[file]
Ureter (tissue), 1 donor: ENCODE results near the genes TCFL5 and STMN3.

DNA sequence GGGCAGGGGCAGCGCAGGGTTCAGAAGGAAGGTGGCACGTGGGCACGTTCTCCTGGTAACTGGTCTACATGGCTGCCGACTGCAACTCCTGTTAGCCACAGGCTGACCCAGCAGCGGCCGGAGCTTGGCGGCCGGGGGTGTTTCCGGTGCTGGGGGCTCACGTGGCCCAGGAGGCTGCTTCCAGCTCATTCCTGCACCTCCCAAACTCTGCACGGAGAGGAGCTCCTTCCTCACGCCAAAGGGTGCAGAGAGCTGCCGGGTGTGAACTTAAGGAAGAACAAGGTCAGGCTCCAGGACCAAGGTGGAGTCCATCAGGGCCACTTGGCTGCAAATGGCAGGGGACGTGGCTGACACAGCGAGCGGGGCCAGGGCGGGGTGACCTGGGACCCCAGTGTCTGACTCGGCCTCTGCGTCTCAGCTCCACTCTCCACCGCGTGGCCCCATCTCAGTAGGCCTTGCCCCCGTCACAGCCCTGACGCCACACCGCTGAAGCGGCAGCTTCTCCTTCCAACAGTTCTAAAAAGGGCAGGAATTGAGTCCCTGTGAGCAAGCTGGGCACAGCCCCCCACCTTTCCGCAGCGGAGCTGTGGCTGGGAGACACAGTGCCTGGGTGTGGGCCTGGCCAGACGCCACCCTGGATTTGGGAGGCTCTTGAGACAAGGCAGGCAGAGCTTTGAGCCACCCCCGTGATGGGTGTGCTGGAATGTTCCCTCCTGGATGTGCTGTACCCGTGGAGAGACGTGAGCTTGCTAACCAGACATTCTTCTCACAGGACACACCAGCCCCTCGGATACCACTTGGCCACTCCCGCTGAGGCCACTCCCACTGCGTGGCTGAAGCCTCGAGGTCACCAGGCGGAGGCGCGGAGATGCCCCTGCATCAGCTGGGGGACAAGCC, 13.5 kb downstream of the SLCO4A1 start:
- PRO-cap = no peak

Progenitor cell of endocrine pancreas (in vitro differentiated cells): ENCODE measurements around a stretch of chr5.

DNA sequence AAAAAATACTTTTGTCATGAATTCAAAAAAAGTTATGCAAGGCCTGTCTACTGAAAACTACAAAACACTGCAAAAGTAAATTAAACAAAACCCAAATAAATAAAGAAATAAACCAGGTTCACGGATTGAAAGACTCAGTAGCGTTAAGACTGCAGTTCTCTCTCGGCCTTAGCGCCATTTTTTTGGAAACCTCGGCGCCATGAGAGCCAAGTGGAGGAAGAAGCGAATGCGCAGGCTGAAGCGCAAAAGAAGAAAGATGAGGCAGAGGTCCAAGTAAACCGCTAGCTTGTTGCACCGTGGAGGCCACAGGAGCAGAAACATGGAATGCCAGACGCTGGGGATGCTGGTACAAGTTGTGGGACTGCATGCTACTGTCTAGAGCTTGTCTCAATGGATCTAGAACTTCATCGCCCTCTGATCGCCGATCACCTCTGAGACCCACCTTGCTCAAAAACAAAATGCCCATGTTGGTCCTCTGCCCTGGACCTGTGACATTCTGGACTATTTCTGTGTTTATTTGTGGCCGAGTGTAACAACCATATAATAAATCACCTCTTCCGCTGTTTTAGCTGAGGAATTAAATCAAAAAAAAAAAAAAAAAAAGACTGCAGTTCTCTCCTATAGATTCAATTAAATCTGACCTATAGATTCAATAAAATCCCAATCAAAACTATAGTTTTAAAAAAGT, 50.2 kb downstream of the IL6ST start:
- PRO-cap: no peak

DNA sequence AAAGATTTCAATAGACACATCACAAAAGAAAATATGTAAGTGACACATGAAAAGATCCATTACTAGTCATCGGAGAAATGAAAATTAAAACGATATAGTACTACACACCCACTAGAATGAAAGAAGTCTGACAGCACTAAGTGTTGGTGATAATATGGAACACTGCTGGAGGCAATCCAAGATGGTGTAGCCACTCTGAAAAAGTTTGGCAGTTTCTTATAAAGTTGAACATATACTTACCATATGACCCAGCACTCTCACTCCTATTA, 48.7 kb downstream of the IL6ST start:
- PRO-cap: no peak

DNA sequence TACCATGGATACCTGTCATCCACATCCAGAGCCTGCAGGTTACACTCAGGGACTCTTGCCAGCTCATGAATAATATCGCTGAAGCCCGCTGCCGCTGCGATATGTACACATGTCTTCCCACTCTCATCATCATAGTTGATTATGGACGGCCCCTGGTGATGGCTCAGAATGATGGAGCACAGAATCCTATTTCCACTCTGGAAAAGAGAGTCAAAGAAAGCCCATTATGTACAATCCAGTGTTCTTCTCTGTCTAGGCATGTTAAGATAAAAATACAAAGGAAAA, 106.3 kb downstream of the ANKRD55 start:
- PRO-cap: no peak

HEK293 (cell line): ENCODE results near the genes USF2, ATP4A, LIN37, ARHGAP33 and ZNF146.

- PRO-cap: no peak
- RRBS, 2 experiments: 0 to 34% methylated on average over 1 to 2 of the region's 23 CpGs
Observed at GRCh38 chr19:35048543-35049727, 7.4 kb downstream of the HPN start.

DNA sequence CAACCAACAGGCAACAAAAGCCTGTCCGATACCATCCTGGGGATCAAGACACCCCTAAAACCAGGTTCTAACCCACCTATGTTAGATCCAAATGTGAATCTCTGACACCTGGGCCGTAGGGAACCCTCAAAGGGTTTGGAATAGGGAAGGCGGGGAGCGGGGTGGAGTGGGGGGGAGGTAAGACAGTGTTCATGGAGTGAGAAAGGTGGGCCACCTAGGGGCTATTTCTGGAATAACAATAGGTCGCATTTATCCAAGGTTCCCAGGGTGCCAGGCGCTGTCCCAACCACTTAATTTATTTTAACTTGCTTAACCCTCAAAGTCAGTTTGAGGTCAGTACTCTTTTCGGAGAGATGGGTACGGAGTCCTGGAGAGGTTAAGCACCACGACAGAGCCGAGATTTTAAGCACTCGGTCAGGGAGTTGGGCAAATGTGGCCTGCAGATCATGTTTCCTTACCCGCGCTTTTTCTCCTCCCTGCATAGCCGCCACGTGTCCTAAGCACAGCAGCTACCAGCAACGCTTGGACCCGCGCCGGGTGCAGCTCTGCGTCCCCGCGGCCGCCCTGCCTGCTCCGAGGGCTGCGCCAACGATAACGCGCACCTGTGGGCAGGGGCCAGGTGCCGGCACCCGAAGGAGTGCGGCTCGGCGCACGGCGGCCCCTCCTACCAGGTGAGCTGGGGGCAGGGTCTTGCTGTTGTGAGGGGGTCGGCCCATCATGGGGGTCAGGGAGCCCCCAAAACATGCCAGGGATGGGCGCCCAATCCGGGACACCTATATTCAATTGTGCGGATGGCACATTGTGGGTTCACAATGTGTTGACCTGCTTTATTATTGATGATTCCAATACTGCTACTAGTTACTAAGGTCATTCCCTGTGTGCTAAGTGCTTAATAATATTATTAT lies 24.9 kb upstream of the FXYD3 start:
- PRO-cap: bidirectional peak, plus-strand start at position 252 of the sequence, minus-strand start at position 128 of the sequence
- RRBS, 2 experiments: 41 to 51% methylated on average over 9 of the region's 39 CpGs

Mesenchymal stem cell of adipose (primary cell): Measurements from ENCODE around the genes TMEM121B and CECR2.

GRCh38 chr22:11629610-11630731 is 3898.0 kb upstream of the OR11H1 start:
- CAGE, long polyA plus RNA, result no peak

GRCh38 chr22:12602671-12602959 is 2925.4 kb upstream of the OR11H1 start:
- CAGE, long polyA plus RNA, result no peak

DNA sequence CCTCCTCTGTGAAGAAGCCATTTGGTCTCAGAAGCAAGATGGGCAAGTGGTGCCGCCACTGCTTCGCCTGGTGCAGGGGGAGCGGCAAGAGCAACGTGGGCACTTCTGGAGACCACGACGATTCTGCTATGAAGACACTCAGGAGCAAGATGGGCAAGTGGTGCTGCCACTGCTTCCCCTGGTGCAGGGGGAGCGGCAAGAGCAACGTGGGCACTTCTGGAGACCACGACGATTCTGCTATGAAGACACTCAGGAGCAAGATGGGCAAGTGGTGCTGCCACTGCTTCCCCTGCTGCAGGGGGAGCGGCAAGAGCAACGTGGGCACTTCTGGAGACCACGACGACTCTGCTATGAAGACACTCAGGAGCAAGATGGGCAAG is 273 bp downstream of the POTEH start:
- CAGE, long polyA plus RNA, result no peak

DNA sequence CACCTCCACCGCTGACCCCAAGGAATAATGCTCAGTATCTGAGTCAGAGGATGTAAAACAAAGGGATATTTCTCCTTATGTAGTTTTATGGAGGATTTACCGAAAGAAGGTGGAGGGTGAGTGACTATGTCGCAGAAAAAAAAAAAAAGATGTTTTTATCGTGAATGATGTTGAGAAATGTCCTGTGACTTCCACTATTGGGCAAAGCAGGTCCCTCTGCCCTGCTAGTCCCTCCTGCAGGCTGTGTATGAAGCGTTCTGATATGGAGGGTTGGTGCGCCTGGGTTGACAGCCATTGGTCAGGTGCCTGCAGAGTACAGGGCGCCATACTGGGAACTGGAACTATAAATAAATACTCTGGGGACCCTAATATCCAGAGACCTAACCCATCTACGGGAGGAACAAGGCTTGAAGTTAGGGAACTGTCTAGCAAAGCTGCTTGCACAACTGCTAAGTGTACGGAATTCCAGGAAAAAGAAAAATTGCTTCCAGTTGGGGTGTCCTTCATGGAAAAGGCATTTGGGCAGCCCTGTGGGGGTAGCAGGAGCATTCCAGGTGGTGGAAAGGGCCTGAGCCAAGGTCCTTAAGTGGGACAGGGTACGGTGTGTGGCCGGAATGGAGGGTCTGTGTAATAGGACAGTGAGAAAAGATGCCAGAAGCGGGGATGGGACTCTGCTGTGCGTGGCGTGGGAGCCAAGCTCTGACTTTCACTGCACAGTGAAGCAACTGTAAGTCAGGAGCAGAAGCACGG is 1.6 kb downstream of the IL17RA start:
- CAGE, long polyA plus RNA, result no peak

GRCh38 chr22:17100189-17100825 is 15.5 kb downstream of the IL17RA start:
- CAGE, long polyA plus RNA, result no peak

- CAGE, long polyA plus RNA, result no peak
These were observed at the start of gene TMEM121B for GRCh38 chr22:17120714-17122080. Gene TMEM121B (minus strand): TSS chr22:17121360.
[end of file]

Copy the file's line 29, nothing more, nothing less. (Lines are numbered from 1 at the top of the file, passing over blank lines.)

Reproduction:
- CAGE, long polyA plus RNA, result no peak